Key moment: Bowie having a go at gothic metal on ‘The Heart’s Filthy Lesson’ and showing a new generation of shock-rockers how it’s done.

The tour with Nine Inch Nails

When: 1995

What happened? Thriving when he’s at his least comfortable, Bowie chose to match the challenging material of ‘Outside’ with the challenge of touring with Trent Reznor and the industrial metal trailblazers Nine inch Nails in the US. Speaking to Humo magazine, he explained that “it seemed logical to confront myself with the NIN audience”. With their star on the rise and Bowie’s seen as on the decline, early dates were reportedly almost entirely made up of NIN fans, forcing the icon to up his game and reinvent himself again to win them over. It worked, and we can only dream of seeing a line-up like that again.

Key moment: Rather than have a break in between sets, the two acts segued their performances together to make for one long continuous show. Their explosive on-stage collaboration to deliver tracks like ‘Scary Monsters’ is something else.

The Warhol tribute 

When: 1996

What happened? Bowie may have paid tribute to Andy Warhol by writing a song in his honour on 1971’s ‘Hunky Dory’, but that didn’t do him any favours when the two met later that year for an awkward and embarrassing experience, as the pair didn’t hit it off and had little to say one another. Still, it left enough of an impression on Bowie for him to later pull off one heck of a performance portraying the pop-art genius in the 1996 biopic Basquiat, the story of the ill-fated neo-expressionist Jean-Michel Basquiat. It’s by far the best on-screen depiction of Warhol, and Bowie even manages to make him almost likeable.

Key moment: “Not piss paint, Jean – oxidation art!”

The 50th birthday party

When: 1997

What happened? What did you do for your last birthday? Did you spotlight how your influence on alternative music runs throughout the ages by playing a headline show at New York’s Madison Square Garden with Foo Fighters, Lou Reed, Smashing PumpkinsBilly Corgan, Sonic Youth, Pixies’ Frank Black and The Cure’s Robert Smith? No? How was Nando’s? Did you have the wrap?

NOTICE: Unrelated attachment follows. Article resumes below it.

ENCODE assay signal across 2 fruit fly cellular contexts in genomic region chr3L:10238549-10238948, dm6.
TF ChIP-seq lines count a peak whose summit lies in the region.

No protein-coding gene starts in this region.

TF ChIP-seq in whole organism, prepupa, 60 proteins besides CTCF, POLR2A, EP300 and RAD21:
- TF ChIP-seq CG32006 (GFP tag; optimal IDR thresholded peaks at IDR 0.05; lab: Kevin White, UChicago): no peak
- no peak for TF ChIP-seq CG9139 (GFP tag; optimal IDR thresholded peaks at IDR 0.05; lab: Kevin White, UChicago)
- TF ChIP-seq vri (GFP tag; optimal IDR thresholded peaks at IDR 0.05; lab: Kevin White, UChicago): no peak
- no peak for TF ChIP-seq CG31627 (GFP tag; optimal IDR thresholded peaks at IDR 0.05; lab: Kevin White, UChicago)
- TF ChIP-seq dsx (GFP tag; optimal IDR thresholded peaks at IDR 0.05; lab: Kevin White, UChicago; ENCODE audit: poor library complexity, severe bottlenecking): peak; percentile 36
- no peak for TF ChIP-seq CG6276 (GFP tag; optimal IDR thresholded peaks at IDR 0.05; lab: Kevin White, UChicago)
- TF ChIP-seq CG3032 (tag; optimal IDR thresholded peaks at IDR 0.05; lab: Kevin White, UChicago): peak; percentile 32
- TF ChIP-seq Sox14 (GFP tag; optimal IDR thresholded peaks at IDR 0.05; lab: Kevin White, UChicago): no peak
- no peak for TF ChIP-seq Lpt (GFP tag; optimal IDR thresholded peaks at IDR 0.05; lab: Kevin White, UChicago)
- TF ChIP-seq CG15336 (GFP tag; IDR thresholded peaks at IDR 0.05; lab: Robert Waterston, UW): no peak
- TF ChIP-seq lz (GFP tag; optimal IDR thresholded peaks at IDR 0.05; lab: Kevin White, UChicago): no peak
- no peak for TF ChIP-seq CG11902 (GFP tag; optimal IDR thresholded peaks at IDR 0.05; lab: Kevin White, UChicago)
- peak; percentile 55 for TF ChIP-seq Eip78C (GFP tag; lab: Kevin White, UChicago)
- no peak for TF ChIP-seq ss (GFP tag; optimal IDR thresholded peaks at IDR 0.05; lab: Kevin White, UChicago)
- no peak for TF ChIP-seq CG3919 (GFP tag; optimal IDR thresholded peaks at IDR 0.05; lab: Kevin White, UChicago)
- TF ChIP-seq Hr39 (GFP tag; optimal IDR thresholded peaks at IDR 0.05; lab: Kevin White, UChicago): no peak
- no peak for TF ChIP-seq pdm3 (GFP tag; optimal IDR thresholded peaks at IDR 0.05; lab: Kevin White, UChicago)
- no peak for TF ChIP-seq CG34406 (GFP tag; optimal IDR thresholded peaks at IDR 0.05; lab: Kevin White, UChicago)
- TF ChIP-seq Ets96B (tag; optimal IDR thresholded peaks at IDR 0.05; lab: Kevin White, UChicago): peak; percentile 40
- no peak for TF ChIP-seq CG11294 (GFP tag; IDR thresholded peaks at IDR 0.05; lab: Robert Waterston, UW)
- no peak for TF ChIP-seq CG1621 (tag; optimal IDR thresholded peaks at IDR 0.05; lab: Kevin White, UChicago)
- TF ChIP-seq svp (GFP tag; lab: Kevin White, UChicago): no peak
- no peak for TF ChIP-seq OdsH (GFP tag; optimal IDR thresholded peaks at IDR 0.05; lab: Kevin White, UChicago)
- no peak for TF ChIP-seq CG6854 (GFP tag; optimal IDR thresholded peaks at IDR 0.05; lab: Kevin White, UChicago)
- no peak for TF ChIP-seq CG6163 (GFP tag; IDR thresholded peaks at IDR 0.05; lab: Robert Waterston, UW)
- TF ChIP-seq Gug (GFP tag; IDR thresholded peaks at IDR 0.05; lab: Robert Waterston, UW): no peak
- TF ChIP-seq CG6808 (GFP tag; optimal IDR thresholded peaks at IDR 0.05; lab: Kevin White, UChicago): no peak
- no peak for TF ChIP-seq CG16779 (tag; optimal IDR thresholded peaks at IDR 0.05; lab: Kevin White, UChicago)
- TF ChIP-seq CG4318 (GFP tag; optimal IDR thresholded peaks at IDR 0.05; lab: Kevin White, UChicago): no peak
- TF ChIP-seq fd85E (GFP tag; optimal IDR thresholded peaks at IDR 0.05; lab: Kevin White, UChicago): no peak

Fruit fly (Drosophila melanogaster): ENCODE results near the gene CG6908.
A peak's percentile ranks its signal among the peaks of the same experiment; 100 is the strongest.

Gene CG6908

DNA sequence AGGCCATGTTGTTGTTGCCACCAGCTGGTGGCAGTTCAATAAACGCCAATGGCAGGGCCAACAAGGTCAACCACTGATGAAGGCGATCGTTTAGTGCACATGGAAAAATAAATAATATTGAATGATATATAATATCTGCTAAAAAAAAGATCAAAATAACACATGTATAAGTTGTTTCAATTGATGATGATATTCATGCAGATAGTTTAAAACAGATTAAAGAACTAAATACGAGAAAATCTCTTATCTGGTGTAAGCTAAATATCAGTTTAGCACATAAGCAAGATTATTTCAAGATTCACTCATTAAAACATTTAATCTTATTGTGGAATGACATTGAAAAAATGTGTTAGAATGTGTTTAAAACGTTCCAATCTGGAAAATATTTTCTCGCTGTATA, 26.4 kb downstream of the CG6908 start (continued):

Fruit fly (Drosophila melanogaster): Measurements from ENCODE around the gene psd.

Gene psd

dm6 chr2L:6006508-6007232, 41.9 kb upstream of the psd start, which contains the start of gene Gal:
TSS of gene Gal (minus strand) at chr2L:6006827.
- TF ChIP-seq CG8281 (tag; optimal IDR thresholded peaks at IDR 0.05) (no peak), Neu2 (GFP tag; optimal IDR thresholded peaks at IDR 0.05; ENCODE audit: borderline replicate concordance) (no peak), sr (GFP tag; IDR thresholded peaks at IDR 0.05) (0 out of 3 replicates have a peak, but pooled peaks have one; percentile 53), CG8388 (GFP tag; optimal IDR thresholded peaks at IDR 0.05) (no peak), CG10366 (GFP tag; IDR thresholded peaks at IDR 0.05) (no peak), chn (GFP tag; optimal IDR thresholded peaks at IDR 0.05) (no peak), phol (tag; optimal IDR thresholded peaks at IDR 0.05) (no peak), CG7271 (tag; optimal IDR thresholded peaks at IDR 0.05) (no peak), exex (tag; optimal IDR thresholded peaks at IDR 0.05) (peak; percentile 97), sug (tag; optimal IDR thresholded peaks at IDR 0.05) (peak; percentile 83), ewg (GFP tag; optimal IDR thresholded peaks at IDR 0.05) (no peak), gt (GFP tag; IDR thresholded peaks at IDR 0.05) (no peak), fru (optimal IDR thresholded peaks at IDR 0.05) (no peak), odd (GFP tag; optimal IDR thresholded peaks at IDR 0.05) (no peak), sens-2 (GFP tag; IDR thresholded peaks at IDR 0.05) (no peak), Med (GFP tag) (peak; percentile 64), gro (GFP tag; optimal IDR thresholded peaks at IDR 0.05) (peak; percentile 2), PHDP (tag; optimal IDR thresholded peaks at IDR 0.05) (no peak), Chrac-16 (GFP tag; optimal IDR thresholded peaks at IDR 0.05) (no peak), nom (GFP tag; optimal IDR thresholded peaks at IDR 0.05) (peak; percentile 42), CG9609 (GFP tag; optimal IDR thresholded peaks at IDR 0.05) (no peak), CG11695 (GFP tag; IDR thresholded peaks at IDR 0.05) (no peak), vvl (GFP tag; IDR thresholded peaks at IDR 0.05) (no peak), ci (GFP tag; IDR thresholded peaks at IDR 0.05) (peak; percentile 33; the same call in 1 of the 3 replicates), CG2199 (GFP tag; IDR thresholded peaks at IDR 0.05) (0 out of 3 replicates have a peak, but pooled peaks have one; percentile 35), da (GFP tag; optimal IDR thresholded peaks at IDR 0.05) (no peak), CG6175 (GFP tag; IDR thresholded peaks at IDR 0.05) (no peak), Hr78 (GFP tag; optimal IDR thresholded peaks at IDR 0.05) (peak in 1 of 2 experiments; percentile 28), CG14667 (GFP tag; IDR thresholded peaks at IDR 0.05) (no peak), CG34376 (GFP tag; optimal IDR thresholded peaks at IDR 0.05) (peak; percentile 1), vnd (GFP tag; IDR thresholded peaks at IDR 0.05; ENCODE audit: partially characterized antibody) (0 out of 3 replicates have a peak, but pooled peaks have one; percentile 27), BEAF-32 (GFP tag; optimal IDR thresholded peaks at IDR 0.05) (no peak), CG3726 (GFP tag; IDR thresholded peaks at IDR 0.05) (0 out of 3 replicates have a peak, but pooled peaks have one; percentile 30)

Key moment: ‘All The Young Dudes’ with Billy Corgan. Chills.

The jungle boogie

When: 1997

What happened? Carrying the rockier edge of ‘Outside’ but buoyed by the influence of jungle, techno, drum and bass and contemporary dons such as The Prodigy and Underworld, many viewed the ‘Earthling’ album as something of a midlife crisis with the beats shoehorned in to tap into a prevailing mood. The truth is that if you revisit it now, you’ll hear a boisterous, lively and invigorated Bowie.

Key moment: ‘I’m Afraid Of Americans’, which would also be remixed by Nine Inch Nails with his pal Trent Reznor starring in the superb music video.

The Placebo collab

When: 1999

What happened? Having been a friend and mentor for a few years, Bowie jumped on the single version of the aching title track from Placebo’s immaculate second album ‘Without You I’m Nothing’, as well as appearing with them at the BRIT Awards for a legendary cover of T-Rex’s ‘20th Century Boy’ – passing the baton while also introducing Bowie as the godfather of glam and gender-bending rock grace to a whole new generation.

Key moment: This gorgeous performance of ‘Without You I’m Nothing’ in New York

The future interview

When: 1999

What happened?: It’s hard to imagine it now, but people so easily forget that in 1999 the internet was in relative infancy in comparison to what we know it as today. Google had only just launched. MySpace, Facebook, Twitter, Youtube – and the idea of a ‘social network’ being able to steer an election or shape the very concept of ‘truth’ – all seemed unfathomable. It was the year that Napster launched to later forever change the way we consume music, but this was three years after Bowie had become the first major artist to release a single via download only.

Hell, in 1998 he even launched BowieNet – his own internet service provider with a vast online archive, a collection of interactive material and a social network (via a live chat section that Bowie himself often frequented). These were ideas that many major corporations wouldn’t get their head around for another decade or more. His ideas and ambitions were captured in this now legendary Newsnight interview, in which Bowie tells a highly cynical Jeremy Paxman that the internet was much more than a means of relaying basic information, but a revolution in the waiting – soon to transform the way we live our lives and make art, destroying the boundaries between creator and audience.

Key moment: “I don’t think we’ve even seen the tip of the iceberg,” Bowie tells Paxman. “The potential of what the internet is going to do to society, both good and bad, is unimaginable. I think we’re actually on the cusp of something exhilarating and terrifying”. As Bowie’s promo posters for the seminal 1977 album ‘Heroes’ once told us: “Tomorrow belongs to those who can hear it coming”.

– ‘Brilliant Adventure’ is out now on Parlophone/ISO Records